Panama/Oxford: Whatever you want to call it, this loosely woven, checkered basketweave material is all over spring- and summer-weight shirts and blazers.
Cotton, though, has its downsides. Aside from being basically disowned by the outdoor and active communities, it’s known to shrink – watch those dryer settings – and should it get damp and sit around, may attract mold and mildew.
Other Summer-Friendly Natural Fibers
Cotton’s not your only choice this time of year. We’ve covered linen’s merits before: Made of the flax plant, this twill or plain woven material is stronger than cotton, significantly more moisture absorbent, and naturally has a loose, open weave. In spite of these pluses, it’s known to wrinkle very easily – be careful especially with a full-on suit. Tropical wool has been revisited in recent years, likely riding on merino’s coattails. Like the quintessential sock fabric, tropical-weight wool naturally wicks away moisture to keep you cool, but has a much lighter weight: 200gsm, versus 300 to 400 gsm. It’s ideal for blazers, full suits, and even summer socks, as it exceeds cotton’s moisture absorbency while offering quick-dry properties. It drapes well, too, so it comes across as refined and professional.
Silk’s the O.G. of high-end summer fabrics, feeling featherweight to the point it seems barely there, letting your skin breathe, and just generally flowing along. Pair it with a Hawaiian print, and you’ve got old-school Miami style down pat. But, in spite of these vibes, don’t spend too much time in the sun. UV rays affect silk’s delicate quality, breaking it down and damaging it with time. As a more practical alternative to silk, rayon – and its close cousin viscose – overlaps with a similar feel. In fact, in the late 19th century, viscose was developed as an artificial, cost-effective version. These semi-synthetic materials – they’re manmade from cellulose – can get very thin, and with the right cut, simply let the breeze do its own thing. Yet, be forewarned about more close-fitting garments: Because rayon and viscose are still synthetics, they’ll cling like crazy to your skin and don’t offer the breathability of cotton.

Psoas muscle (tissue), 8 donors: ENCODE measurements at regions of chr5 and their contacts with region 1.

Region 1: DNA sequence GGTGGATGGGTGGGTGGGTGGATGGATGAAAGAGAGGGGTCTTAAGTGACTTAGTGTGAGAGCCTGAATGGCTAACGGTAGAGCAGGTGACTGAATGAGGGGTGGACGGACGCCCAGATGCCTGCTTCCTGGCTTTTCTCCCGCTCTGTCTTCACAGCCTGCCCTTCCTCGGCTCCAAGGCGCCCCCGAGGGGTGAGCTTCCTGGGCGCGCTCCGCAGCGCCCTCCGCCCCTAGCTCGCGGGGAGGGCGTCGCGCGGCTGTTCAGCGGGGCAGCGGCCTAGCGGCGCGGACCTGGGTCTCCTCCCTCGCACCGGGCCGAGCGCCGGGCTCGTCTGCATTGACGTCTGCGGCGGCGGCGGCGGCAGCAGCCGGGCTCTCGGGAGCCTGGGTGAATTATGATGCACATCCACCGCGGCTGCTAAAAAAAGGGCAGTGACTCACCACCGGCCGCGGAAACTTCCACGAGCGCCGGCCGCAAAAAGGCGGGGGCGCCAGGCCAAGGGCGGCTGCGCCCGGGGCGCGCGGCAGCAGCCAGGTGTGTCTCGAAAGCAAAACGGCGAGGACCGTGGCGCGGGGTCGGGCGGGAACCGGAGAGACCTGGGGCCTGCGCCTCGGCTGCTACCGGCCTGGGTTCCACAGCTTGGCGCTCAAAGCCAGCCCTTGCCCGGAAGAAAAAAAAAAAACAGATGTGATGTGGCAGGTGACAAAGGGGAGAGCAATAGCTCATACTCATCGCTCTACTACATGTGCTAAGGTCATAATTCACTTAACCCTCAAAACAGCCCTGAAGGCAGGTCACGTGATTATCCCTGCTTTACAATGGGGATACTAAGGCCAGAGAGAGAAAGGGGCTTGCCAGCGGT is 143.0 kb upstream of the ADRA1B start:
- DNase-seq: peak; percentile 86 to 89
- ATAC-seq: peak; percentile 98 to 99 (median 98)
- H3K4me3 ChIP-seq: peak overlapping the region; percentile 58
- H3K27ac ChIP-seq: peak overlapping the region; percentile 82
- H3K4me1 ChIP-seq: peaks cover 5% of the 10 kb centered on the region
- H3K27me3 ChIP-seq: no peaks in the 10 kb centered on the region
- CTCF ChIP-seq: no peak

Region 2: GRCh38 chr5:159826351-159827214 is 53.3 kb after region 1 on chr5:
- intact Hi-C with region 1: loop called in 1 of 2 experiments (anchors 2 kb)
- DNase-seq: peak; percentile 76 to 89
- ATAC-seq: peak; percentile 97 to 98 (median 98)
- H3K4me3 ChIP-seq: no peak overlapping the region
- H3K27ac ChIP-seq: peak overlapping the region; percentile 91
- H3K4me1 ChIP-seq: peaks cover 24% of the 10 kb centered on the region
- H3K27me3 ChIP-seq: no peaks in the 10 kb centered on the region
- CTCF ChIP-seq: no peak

Hawes & Curtis
What to Avoid
As a general rule, steer clear of heavyweight materials as much as you can. Aside from corduroy, traditional and Selvedge denim, plus cotton duck, are best reserved for mid-fall and after. Equally on par, steer clear of synthetics as much as you can. They might help control sweat or offer durability, but the fabrics themselves trap body heat, no matter how thin they are. Pay particular attention to:
Nylon: You’ll find it in plenty of travel and hiking garments. Once mixed with spandex, it delivers the perfect one-two punch of durability and flexibility, and when it is lightweight and loose fitting, it can feel rather comfortable. However, it’s not moisture absorbent: While you’re on that Italian sightseeing trip, don’t be surprised when sweat starts dripping down your calves.
Acrylic: Cheap sweaters, anyone? Beyond the lack of breathability, it often has a rather coarse texture, resulting in chafing and general discomfort once you feel the perspiration coming.
Polyester: Much like nylon, polyester has its pros and cons, but with the former being short in supply during summer. Yes, it resists wrinkles and moisture throughout the year, and it can be made fairly lightweight, but once the sun’s high in the sky, it’s the equivalent of exercising in a trash bag. Need we remind you of Bradley Cooper in Silver Linings Playbook?